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Birth Weight Influenced by Environmental, Genetic, Epigenetic Factors

NEW YORK (GenomeWeb) – Environmental, genetic, and epigenetic factors all influence birth weight and early childhood adiposity, according to a new study.

Researchers from the Growing Up in Singapore Towards healthy Outcomes (GUSTO) study, a prospective study of the developmental origins of disease, examined the links between those factors and obesity in a cohort of 987 mothers and children. As the A*Star-led researchers reported in BMC Medicine yesterday, they found that maternal lifestyle, as well as fetal genetic and epigenetic factors, affect birth weight and early childhood adiposity both separately and in combination.

"Developmental pathways to adiposity begin before birth," A*Star's Neerja Karnani and her colleagues wrote in their paper. "These pathways may have lasting effects on offspring size, adiposity, and metabolic trajectory, and have utility in identifying individuals who are susceptible to obesity and metabolic disease later in life."

For this study, the researchers drew upon 987 singleton infants born to women enrolled in the GUSTO study. The women and infants were of Chinese, Indian, and Malay ethnicity.

The researchers collected infant weight, length or height, body-mass index, and other measurements for each mother-child pair until the children reached four years of age. They also analyzed 30 prenatal environmental variables, such as maternal pre-pregnancy BMI, gestational weight gain, and fasting glucose, among other factors.

Some 11 of these 30 prenatal environmental variables appeared to influence infant birth weight. For instance, higher infant birth weights were associated with higher maternal pre-pregnancy BMI, gestational weight gain, and height as well as with higher glucose and n-6 polyunsaturated fatty acid levels. Lower infant birth weights, however, were associated with higher maternal monounsaturated fatty acid levels and maternal smoking, both before and during pregnancy.

The researchers developed a polygenic risk score based on genetic variants linked to adult BMI by the GIANT consortium that they applied to their cohort. They found that birth weight increased by 1.6 percent for every two standard deviation increases in risk score. They noted that this effect held even after controlling for the 11 prenatal environmental variables, suggesting that the environment and genetics have independent effects on birth weight.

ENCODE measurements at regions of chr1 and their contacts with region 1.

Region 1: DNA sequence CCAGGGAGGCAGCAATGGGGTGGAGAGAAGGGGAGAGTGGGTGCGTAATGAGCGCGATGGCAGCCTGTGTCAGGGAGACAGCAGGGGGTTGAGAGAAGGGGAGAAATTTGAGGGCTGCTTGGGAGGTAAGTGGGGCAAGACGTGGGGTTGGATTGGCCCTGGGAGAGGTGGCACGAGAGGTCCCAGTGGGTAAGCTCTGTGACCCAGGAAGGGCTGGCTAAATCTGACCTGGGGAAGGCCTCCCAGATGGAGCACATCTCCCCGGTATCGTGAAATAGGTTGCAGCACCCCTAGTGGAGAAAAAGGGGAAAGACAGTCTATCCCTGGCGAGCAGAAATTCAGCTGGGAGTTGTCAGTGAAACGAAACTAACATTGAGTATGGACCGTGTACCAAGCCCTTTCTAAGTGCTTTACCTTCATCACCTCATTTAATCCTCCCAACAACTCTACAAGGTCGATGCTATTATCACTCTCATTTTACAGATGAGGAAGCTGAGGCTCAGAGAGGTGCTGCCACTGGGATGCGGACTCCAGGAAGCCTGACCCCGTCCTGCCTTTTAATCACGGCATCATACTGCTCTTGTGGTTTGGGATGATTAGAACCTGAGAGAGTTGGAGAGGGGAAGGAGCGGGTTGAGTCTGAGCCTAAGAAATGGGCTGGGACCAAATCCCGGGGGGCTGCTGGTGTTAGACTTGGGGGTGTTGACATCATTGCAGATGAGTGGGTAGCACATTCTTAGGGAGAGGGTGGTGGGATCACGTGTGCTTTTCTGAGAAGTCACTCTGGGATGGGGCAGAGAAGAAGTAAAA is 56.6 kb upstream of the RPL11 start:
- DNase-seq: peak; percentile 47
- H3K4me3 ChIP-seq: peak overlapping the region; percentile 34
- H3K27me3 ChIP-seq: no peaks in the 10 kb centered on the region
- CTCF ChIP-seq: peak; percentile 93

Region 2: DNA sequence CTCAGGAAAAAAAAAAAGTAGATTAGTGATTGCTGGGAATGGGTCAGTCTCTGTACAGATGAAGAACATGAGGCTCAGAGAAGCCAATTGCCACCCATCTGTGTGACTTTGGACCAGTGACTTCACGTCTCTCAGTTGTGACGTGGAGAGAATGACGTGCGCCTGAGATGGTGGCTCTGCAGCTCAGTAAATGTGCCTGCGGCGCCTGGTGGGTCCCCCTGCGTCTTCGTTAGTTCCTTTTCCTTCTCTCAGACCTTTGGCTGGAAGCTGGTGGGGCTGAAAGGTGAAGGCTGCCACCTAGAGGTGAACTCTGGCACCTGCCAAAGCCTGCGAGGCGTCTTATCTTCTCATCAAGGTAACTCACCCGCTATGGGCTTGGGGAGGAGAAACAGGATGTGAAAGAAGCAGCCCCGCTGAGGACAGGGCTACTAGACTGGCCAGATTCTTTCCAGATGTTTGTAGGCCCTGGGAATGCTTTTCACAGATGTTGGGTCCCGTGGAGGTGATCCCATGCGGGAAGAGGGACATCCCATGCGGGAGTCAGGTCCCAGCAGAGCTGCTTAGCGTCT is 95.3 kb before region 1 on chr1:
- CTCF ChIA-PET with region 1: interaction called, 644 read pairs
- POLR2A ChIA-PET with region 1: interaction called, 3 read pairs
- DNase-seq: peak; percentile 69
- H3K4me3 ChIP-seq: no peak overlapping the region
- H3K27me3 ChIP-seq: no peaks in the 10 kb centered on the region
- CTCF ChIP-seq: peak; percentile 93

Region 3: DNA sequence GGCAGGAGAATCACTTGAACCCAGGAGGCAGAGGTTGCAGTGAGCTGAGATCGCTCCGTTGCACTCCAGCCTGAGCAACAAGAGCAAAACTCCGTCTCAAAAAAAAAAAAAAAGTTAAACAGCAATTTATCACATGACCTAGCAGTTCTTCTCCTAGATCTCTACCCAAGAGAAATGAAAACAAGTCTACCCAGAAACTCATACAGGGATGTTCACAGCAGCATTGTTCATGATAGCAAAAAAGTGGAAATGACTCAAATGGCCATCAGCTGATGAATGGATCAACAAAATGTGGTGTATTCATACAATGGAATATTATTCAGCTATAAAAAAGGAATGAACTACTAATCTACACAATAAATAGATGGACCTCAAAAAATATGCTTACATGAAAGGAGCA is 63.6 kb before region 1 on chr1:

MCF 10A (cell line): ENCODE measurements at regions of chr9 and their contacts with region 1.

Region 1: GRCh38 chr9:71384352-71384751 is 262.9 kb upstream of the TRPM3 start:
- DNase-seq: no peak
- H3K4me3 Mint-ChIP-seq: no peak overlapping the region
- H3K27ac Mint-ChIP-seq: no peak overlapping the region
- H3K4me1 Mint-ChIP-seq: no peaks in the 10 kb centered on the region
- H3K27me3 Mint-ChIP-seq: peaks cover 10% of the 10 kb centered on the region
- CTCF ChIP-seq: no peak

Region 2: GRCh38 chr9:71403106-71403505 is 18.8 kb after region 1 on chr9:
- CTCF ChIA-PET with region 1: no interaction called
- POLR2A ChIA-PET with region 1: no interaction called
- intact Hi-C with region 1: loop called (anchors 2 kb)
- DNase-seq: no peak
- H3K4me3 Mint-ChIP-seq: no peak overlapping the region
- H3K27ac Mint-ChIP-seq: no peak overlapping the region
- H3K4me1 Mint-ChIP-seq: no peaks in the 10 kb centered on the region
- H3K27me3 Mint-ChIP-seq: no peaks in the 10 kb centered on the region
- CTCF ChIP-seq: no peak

Karnani and her colleagues also examined the newborns' methylation profiles at more than 174,200 CpG sites. Their epigenome-wide association study homed in on eight CpGs associated with birth weight, six of which were located within protein-coding genes.

The genes harboring these CpGs include ANK3, CACNA1G, CDKN2B, IGDCC4, P4HA3, and ZNF423. Two CpGs mapped to the non-coding MIRLET7BHG.

Methylation levels at three of these eight CpGs were also significantly associated with the prenatal environment, the researchers found. For instance, methylation at IGDCC4 and at CACNA1G was associated with maternal fasting glucose levels and pre-pregnancy BMI

Methylation at all eight CpGs was linked with weight at least one early childhood time point measured, the researchers said, noting that some had effects that were stronger at birth and decreased, while others were strong the decreased and increased again or were strong and then remained the same.

Together, this suggested to the researchers that birth weight is influenced by a combination of genetic and prenatal environmental factors that act both through and independently of the epigenome. This fits with the notion that predisposition to adult diseases like obesity is primed during development by environmental factors through as well as separately from the epigenome, they added. However, they also noted that as the epigenome is malleable, epigenetic variants present at birth have the potential to either become benign or remain detrimental.